By Linda P.B. Katehi
Land Grant institutions like UC Davis trace their genesis all the way back to 1862 when President Abraham Lincoln, with the nation torn apart by Civil War, signed the Morrill Act to promote “the liberal and practical education of the industrial classes in the several pursuits and professions in life.”
Back then, those pursuits were mostly limited to agriculture and the mechanical arts. But Lincoln’s signature helped ignite the single biggest effort in history to provide an increasingly diverse higher education to anyone wishing to pursue one. Top-flight public research universities have since evolved to play a number of indispensable roles for the world and for the communities and states they serve.
The Morrill Act laid the groundwork for the democratization of public higher education in America in just 1,300 words, a page and a half of text. With remarkable vision, it proclaimed our collective belief that a college education was something everyone should have access to, not just a privileged few.
As President Lincoln said at the time: “The land-grant university system is being built on behalf of the people, who have invested in these public universities their hopes, their support and their confidence.”
When President Kennedy addressed 88,000 people at UC Berkeley’s Memorial Stadium in 1962, he called the Morrill Act “the most extraordinary piece of legislation which this country has ever adopted.” He made such a sweeping statement because he understood that a free and prosperous society depends on the highest quality education for as many people as possible.
The public university we know today had help along the way from other visionary federal policies that built on the Morrill Act. With the National Defense Act of 1952 and the National Facilities Act of 1962 that provided public universities with federal funding for the development of national facilities and for participating in basic research, the public research university was born.
From the early 1960s until the late 1970s, the American Research University developed and strengthened its research activities and established its graduate programs at the Masters and Ph.D. levels in ways that other universities around the world had never experienced. Up to that point, all the research done on the university campuses was shared openly in the public domain.
With the turn of the decade of the 80’s, that changed. Through fundamental discoveries made on university campuses that were revolutionizing technology with the advent of personal computers, the introduction of automation in production and manufacturing, massive expansion of telecommunications and the beginning of the internet, there was a realization that the research university which was the cradle of these innovations had the right to own its discoveries and to commercialize them.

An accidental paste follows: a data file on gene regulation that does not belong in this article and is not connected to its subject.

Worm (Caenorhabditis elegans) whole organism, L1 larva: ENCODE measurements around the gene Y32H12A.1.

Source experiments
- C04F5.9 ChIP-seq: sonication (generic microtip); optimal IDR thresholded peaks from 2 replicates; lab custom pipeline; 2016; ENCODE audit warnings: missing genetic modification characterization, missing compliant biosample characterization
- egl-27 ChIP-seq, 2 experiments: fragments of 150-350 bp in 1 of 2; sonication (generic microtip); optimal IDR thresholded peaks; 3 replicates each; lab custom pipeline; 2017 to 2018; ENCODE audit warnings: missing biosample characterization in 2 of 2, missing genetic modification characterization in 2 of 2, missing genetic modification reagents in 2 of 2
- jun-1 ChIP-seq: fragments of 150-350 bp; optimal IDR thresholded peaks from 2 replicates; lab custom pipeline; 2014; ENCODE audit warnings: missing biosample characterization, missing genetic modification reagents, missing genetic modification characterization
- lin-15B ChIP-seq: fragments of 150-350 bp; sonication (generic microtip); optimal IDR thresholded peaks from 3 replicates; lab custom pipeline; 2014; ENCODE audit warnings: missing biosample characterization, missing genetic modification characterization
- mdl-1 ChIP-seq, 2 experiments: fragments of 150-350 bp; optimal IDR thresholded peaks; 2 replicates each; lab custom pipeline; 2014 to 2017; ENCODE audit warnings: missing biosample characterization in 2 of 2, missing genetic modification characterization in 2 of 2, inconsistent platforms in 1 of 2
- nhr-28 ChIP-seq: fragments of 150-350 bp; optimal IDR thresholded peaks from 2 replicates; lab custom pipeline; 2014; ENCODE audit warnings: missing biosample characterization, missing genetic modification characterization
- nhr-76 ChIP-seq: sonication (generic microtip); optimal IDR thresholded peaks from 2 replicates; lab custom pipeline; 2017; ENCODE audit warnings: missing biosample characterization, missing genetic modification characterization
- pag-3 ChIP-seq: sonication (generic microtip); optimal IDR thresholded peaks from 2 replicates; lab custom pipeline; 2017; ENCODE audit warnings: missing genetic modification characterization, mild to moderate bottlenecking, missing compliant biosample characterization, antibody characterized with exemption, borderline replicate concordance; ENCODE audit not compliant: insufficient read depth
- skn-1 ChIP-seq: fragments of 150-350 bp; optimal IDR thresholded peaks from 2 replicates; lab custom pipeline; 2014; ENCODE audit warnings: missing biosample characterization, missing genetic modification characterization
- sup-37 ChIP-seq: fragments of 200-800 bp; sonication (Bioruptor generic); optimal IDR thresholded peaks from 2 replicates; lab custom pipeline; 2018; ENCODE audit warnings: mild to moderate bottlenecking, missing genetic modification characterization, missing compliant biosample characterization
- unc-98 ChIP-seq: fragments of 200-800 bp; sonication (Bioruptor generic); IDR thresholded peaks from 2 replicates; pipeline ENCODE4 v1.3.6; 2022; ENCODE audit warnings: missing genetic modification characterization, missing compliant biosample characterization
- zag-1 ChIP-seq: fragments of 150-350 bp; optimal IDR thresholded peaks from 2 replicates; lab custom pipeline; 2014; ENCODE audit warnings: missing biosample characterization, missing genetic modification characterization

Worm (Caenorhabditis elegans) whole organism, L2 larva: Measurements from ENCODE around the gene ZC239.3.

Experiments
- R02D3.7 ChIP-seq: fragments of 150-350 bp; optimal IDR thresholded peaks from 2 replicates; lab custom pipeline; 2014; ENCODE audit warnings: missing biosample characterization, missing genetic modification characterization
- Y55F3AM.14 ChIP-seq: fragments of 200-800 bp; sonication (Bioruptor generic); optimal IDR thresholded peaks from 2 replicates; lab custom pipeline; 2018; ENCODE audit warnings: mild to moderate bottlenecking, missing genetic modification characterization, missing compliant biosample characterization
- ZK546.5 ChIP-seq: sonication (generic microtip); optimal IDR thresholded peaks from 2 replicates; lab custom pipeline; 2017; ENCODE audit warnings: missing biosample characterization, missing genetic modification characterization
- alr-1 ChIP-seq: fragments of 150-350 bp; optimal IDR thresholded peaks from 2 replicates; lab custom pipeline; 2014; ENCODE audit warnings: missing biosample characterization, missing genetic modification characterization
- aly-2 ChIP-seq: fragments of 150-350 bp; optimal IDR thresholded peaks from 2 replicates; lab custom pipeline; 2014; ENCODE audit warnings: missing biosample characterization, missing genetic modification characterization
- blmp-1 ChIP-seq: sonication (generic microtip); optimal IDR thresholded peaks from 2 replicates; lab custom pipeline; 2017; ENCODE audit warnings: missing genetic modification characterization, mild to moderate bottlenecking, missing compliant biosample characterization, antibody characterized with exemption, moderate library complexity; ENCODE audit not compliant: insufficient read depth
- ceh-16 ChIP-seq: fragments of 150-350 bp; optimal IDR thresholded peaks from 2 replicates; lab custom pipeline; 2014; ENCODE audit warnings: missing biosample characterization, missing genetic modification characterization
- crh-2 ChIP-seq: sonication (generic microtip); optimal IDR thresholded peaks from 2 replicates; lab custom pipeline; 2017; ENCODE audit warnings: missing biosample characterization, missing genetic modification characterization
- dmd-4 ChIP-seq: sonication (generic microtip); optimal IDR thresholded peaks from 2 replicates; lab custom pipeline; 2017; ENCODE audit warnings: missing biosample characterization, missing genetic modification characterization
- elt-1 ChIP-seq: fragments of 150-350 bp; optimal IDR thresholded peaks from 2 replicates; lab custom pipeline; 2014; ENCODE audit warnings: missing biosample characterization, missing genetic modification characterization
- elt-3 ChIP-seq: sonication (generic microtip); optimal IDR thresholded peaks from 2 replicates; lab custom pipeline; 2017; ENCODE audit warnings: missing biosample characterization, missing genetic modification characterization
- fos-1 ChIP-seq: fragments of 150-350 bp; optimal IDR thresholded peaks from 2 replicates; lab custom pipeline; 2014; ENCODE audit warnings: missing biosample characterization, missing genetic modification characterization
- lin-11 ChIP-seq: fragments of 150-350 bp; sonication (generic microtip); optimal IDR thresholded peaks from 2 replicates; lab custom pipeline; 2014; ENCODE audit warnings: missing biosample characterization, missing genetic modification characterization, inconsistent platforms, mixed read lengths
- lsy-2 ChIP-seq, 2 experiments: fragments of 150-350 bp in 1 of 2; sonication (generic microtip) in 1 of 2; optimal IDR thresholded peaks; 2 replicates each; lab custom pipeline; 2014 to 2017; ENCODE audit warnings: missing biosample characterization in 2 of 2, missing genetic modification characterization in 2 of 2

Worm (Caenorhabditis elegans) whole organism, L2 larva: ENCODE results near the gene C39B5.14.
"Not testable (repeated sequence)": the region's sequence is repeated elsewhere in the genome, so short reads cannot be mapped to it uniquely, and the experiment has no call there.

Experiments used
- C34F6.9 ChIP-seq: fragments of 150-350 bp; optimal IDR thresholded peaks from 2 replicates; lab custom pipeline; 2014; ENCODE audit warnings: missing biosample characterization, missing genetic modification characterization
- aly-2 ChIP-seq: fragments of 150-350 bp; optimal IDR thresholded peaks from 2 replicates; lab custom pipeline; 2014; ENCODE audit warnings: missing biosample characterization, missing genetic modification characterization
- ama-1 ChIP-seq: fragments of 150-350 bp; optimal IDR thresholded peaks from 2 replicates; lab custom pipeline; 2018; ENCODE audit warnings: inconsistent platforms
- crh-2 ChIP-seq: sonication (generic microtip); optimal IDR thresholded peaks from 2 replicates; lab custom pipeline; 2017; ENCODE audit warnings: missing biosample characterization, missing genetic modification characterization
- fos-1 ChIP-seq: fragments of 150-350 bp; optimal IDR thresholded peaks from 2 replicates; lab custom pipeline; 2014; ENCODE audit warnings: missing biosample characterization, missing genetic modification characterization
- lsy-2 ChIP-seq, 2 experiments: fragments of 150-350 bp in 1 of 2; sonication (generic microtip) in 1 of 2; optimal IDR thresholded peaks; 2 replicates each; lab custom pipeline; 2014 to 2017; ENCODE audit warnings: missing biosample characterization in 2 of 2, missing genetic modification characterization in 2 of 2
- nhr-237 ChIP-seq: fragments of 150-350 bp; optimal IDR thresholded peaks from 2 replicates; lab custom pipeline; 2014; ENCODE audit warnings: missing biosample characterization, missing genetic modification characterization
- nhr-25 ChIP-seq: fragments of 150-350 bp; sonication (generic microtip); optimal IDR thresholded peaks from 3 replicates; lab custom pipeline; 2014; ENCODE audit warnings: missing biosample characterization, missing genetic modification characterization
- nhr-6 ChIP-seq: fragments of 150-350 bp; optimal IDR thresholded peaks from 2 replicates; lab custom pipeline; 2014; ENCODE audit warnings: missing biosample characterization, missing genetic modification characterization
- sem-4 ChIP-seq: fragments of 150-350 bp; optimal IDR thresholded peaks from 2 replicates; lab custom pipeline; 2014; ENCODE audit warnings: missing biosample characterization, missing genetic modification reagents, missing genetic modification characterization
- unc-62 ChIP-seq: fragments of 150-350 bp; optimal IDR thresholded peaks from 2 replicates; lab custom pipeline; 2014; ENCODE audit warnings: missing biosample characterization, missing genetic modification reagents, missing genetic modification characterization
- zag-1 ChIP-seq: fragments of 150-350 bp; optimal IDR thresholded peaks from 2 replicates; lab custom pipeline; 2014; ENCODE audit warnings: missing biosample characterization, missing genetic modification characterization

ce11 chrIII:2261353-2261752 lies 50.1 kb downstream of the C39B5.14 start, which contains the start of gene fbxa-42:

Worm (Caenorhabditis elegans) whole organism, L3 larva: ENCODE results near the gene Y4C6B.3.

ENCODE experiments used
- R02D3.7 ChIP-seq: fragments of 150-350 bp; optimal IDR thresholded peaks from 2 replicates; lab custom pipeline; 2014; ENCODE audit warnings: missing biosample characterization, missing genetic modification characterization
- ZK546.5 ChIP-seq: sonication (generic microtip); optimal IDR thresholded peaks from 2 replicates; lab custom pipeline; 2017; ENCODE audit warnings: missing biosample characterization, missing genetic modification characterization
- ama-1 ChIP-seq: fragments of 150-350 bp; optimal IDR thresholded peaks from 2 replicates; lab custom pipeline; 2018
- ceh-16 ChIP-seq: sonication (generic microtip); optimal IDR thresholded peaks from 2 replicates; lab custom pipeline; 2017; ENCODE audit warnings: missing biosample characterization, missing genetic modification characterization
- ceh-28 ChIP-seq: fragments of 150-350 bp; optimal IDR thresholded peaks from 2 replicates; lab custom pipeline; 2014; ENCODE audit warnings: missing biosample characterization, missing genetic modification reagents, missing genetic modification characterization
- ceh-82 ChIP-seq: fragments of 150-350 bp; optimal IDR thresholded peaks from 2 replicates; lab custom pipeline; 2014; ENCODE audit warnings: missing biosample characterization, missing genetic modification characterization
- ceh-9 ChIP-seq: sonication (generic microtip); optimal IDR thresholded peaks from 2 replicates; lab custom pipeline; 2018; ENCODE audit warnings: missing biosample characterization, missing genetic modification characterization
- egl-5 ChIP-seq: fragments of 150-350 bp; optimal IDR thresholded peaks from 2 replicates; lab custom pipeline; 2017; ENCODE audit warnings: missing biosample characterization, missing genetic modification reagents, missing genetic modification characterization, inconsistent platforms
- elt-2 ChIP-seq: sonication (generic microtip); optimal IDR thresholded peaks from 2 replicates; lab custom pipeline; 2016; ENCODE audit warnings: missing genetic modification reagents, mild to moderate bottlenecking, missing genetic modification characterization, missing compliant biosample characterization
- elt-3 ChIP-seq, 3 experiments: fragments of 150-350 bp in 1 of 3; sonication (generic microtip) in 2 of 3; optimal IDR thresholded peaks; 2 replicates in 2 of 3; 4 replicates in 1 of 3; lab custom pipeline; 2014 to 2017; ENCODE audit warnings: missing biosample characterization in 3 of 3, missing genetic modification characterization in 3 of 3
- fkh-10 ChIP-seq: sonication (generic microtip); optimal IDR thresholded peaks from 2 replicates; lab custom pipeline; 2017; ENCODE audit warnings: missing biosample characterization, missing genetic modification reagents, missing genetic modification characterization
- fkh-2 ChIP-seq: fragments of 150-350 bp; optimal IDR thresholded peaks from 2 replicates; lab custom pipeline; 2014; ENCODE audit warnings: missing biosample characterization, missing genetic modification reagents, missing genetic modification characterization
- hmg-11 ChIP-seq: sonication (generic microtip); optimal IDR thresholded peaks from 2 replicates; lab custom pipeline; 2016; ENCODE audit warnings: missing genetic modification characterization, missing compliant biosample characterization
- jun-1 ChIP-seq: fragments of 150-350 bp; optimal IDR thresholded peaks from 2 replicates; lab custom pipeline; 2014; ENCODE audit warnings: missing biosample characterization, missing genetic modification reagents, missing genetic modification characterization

This gave rise to the concept of ownership of intellectual property and to commercialization as a tool for economic development.
In the late 1980s and early ‘90s, thanks to the little known Bayh-Dole Act signed into law in by President Jimmy Carter in 1980, universities started to create the first incubators and start-up companies. Since then, America’s more than 100 land-grant colleges and universities have educated millions of students and contributed tens of billions of dollars to the economic might of our nation.
UC Davis alone now brings in more than $700 million in research grants annually. Together with other UC campuses, our faculty researchers have come up with innovations that boosted the state’s agricultural economy to more than $43 billion annually. Even more far-reaching may be the economic development role the university plays regarding the upward social mobility it helps create in our communities and across California.
Last year alone, 43 percent of our 26,000 undergraduate students were eligible for Pell grants. That’s more Pell Grant recipients than the entire Ivy League. In addition, more than half of our California resident undergraduates receive enough gift aid to have their system-wide tuition and fees covered.
These talented students who come from families at the lower socio-economic levels are educated to become future leaders who are helping to change the world. Their success not only transforms their own lives, but also those of their families and their communities.
Thanks to the visionary Morrill Act, UC Davis started as a small experimental station of the University of California in a place then known as Davisville a little more than 100 years ago. Since then it has grown into a Global Research University with 35,000 students and 27,000 faculty and staff.
More than 60,000 people come every day to our two campuses in Davis and Sacramento to learn, teach, conduct research and provide clinical and educational services. The transformation of the small experimental station to one of the largest public universities in the United States helped change the face of California and make it the innovation and economic powerhouse it is today.
UC Davis has lived up to and exceeded the aspirations of those who signed the Morrill Act and dreamed of using higher education to create a free and just nation. With a great tradition in creating social value and supporting the needs of the community and our state, now more than at any other time, UC Davis is poised to help our region once more achieve what it needs the most—economic development.
UC Davis can spearhead the transformation of our region to take its place as one of the top four regional economies in the state of California alongside Los Angeles, San Diego and the Bay Area. UC Davis as the top Land Grant University and Davis as a signature community in the U.S. and around the world are ready to play a key role in this transformation.
Linda Katehi is the Chancellor of UC Davis.
Editor’s note: This is the first of a series of columns from Chancellor Katehi focusing on Innovation and the role of UC Davis.